In mammals, virtually all body cells possess self-sustained, cell-autonomous circadian clocks [1–3]. The oscillators in peripheral organs are entrained by a master pacemaker residing in the suprachiasmatic nucleus (SCN) of the brain's hypothalamus, which is itself synchronized by daily light–dark cycles . The molecular details of the signaling pathways used by the SCN to phase-entrain peripheral clocks are still obscure; however, daily feeding–fasting cycles, circadian hormones, and body temperature appear to play pivotal roles in this process [5–9]. The accumulation of mPER1 and/or mPER2, two integral clock components, is altered upon the administration of phase-shifting cues. Hence, these proteins are likely to be involved in the synchronization of circadian clocks [10,11].
On the molecular level, mammalian circadian oscillators are thought to rely on two interconnected negative loops of clock gene expression [12,13]. According to this model, the principal feedback loop is driven by the repressors PER1, PER2, CRY1, and CRY2 and the PAS-domain basic helix-loop-helix (PAS-bHLH) transcription factors BMAL1, CLOCK, and probably NPAS2 . The transcription of the repressor-encoding genes is activated by these PAS-bHLH transcription factors until the PER-CRY complexes reach critical concentrations at which they annul the transactivation potential of the PAS-bHLH proteins and thereby inhibit transcription of their own genes. The concentration of PAS-bHLH activators is adjusted by an accessory feedback loop in which the orphan nuclear receptor REV-ERBα (and, probably to a lesser extent, its paralog REV-ERBβ) periodically represses Bmal1 transcription. The inhibitory activity of REV-ERBα counteracts the transactivation activity of ROR nuclear orphan receptors, which bind to the same RORE elements within the Bmal1 promoter . The cyclic expression of REV-ERBα is itself governed by the PAS-bHLH activators and CRY-PER repressors of the principal negative feedback loop, thereby interconnecting the Rev-erbα-Bmal1 feedback loop directly to the principal feedback loop [16,17]. Since BMAL1 and CLOCK are metabolically more stable than CRY and PER proteins, their abundance varies only slightly throughout the day [16,18,19].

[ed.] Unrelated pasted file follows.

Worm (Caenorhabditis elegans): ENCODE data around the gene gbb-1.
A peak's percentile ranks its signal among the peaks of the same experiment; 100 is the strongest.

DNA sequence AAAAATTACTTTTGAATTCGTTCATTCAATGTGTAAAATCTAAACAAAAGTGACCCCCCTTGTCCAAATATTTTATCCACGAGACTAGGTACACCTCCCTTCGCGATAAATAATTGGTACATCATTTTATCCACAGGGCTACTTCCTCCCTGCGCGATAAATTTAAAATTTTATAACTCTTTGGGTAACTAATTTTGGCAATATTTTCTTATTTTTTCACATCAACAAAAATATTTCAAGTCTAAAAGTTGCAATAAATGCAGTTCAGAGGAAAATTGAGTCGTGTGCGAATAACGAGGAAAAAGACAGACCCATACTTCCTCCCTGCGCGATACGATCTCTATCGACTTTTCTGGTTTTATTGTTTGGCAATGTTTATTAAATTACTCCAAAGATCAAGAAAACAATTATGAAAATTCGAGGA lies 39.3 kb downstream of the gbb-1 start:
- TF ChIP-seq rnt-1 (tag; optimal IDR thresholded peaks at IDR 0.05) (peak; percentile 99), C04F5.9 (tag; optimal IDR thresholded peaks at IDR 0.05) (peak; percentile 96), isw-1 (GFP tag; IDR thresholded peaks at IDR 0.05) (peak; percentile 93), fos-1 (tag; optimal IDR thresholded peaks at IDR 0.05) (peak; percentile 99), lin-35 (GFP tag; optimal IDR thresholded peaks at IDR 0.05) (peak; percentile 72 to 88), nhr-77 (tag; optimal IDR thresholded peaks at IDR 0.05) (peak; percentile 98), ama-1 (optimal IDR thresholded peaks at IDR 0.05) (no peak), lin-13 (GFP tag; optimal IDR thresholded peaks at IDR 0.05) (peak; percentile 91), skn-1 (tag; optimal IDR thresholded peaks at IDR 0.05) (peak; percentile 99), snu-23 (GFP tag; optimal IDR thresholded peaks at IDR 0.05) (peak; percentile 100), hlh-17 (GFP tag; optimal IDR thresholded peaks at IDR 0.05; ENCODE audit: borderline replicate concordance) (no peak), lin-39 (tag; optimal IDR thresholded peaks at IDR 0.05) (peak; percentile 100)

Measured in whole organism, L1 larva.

Post-translational protein modifications are also believed to play important roles in the modulation of PER and CRY activities [18,20,21]. However, to date, Bmal1 is the only known clock gene whose inactivation immediately leads to arrhythmicity of behavior and to the ablation of mPer1 and mPer2 mRNA accumulation cycles in the SCN .
Transcriptome profiling studies have uncovered a large number of cyclically expressed genes [23–27]. Although most of these genes appear to be involved in output functions, some may also serve as input regulators participating in the synchronization of local clocks. The oscillating activity of these latter genes would be expected to integrate systemic cues such as circadian hormones, metabolites, or body temperature rhythms, into the clockwork circuitry of peripheral cell types. In the intact organism, the cyclic expression of such genes should not necessarily depend upon functional local clocks.
In this study, we describe our attempt to engineer a mouse strain with conditionally active hepatocyte circadian clocks. We used these mice to classify mRNAs into transcripts whose circadian accumulation in the liver do or do not require local circadian oscillators. The identification of systemically driven and oscillator-driven genes not only provides insight into the structural organization of the mammalian circadian timing system, but should also open new avenues to study the phase entrainment mechanisms of peripheral clocks.